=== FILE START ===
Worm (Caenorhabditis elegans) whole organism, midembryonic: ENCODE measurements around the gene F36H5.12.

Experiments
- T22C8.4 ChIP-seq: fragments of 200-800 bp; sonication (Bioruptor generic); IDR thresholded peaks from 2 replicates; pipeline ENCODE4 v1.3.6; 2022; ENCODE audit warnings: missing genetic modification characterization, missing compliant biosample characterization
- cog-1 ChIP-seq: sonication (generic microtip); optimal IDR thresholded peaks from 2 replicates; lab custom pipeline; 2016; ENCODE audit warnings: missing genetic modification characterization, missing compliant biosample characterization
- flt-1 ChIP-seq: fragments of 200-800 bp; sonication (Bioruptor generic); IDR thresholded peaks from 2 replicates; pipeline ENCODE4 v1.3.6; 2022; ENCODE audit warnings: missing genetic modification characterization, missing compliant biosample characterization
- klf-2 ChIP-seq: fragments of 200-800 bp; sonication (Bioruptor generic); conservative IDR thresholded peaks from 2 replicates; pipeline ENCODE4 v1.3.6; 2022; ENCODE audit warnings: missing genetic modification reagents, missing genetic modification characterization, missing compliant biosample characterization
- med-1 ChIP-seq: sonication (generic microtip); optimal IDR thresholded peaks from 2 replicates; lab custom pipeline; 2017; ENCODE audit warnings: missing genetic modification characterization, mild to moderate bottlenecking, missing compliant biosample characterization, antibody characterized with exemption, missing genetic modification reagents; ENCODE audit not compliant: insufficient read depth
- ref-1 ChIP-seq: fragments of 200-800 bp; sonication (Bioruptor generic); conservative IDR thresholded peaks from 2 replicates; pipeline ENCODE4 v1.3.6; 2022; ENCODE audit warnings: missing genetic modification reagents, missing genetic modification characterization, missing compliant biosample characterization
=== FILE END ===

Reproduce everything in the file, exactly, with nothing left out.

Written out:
Worm (Caenorhabditis elegans) whole organism, midembryonic: ENCODE measurements around the gene F36H5.12.

Experiments
- T22C8.4 ChIP-seq: fragments of 200-800 bp; sonication (Bioruptor generic); IDR thresholded peaks from 2 replicates; pipeline ENCODE4 v1.3.6; 2022; ENCODE audit warnings: missing genetic modification characterization, missing compliant biosample characterization
- cog-1 ChIP-seq: sonication (generic microtip); optimal IDR thresholded peaks from 2 replicates; lab custom pipeline; 2016; ENCODE audit warnings: missing genetic modification characterization, missing compliant biosample characterization
- flt-1 ChIP-seq: fragments of 200-800 bp; sonication (Bioruptor generic); IDR thresholded peaks from 2 replicates; pipeline ENCODE4 v1.3.6; 2022; ENCODE audit warnings: missing genetic modification characterization, missing compliant biosample characterization
- klf-2 ChIP-seq: fragments of 200-800 bp; sonication (Bioruptor generic); conservative IDR thresholded peaks from 2 replicates; pipeline ENCODE4 v1.3.6; 2022; ENCODE audit warnings: missing genetic modification reagents, missing genetic modification characterization, missing compliant biosample characterization
- med-1 ChIP-seq: sonication (generic microtip); optimal IDR thresholded peaks from 2 replicates; lab custom pipeline; 2017; ENCODE audit warnings: missing genetic modification characterization, mild to moderate bottlenecking, missing compliant biosample characterization, antibody characterized with exemption, missing genetic modification reagents; ENCODE audit not compliant: insufficient read depth
- ref-1 ChIP-seq: fragments of 200-800 bp; sonication (Bioruptor generic); conservative IDR thresholded peaks from 2 replicates; pipeline ENCODE4 v1.3.6; 2022; ENCODE audit warnings: missing genetic modification reagents, missing genetic modification characterization, missing compliant biosample characterization